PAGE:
Tuesday, July 26, 2011

Must Everything Be Real?

Okay, so here's a question for you:  if you base your novel in a real city, must you stay true to everything?

I believe I know the answer is no as long as it's believable.  To me that's using creative licence, but I'd like to hear from you.  For example, if you had a murder at a Holiday Inn, I don't think you'd want to be saying it was the one in Toronto, on such and such a road.  Or if a murder happened in a house, you wouldn't want to give the number of an existing address.

But when it comes to locations such as restaurants and hotels, is it okay to stretch reality as long as it's feasible?

Currently, I'm editing my novel ELEVEN, and it's set in real locations with Salt Lick, Kentucky being one of them.  While there are two hotels there (most are cabin rentals), the one I was considering having my FBI team stay at doesn't have a restaurant.  I had wanted a restaurant in the hotel, but I also pictured more of a motel - single story with the parking lot in the middle.  I believe it's the type you can picture in a small rural town like that, and if so is that invention alright to use?  But if I go with the lodge that's there, I'd have to pick a restaurant.  And then, the question comes up, do I really what to "advertise" all these businesses?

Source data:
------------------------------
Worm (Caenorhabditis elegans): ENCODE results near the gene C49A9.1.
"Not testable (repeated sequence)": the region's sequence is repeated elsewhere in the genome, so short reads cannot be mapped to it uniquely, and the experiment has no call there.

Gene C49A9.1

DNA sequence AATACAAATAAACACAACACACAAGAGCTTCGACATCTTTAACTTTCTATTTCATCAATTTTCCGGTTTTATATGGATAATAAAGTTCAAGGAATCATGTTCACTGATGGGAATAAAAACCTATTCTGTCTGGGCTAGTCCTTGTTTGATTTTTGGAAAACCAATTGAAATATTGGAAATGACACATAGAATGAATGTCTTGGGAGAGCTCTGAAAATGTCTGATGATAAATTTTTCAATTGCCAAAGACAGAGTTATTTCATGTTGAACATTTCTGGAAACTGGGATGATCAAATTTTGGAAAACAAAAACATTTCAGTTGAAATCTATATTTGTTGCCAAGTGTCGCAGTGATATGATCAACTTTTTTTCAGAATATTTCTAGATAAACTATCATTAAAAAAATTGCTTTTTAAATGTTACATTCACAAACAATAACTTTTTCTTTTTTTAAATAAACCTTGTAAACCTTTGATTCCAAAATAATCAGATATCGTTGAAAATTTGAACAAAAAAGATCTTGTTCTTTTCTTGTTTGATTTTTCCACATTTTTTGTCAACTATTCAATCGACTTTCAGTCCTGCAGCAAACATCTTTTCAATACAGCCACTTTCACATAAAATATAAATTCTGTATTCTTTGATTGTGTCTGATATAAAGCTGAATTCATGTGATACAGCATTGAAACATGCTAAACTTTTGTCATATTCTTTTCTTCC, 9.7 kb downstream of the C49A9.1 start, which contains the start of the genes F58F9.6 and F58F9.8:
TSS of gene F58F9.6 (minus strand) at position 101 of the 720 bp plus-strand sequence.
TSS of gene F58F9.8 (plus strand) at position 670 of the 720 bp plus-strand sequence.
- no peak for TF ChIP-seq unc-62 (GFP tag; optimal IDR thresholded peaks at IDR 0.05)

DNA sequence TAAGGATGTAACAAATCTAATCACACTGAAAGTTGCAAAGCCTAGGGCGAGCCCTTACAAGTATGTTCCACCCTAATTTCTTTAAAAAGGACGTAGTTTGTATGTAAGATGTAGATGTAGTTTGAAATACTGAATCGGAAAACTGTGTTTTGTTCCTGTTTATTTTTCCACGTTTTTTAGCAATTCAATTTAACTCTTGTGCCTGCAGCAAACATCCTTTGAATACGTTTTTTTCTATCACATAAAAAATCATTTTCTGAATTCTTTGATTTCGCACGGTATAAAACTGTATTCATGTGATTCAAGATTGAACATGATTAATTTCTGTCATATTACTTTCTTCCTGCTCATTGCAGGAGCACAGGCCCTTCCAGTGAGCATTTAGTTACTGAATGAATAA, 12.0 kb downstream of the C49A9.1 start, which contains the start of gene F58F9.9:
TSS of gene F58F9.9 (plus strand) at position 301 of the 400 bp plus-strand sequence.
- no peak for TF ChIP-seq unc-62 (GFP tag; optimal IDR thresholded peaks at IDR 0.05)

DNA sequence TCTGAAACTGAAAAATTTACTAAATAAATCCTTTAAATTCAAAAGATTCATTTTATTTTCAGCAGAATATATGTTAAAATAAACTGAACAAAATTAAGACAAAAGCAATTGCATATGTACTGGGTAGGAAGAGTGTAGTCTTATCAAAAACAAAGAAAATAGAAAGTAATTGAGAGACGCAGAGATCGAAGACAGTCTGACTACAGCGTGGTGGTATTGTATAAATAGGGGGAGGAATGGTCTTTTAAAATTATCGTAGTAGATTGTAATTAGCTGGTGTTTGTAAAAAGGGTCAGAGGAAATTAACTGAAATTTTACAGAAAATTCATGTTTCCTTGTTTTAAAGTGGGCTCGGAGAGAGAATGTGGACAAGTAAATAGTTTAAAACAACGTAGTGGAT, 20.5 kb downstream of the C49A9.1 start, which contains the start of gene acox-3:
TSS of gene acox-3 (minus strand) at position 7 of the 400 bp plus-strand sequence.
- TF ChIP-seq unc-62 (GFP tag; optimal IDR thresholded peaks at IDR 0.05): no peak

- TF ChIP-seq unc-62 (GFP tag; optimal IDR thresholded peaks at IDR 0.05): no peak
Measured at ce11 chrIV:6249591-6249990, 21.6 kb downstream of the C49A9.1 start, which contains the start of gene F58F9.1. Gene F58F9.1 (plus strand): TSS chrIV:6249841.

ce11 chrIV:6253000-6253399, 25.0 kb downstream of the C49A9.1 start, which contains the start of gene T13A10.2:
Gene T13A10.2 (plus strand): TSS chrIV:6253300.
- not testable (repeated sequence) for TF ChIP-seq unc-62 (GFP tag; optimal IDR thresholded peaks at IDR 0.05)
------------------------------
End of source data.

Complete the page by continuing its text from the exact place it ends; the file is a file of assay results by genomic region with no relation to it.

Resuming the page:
What about you?  How would you handle it?  I want to stay as true as possible to the location, but is it alright to compromise, as in my case have a hotel like the one that's there (no on-site restaurant), but assign it a different name, for example?  Would something like this be better than inventing a complete new motel with an on-site restaurant?

What are your thoughts?  If you pick a real location, must everything be real, or just believable?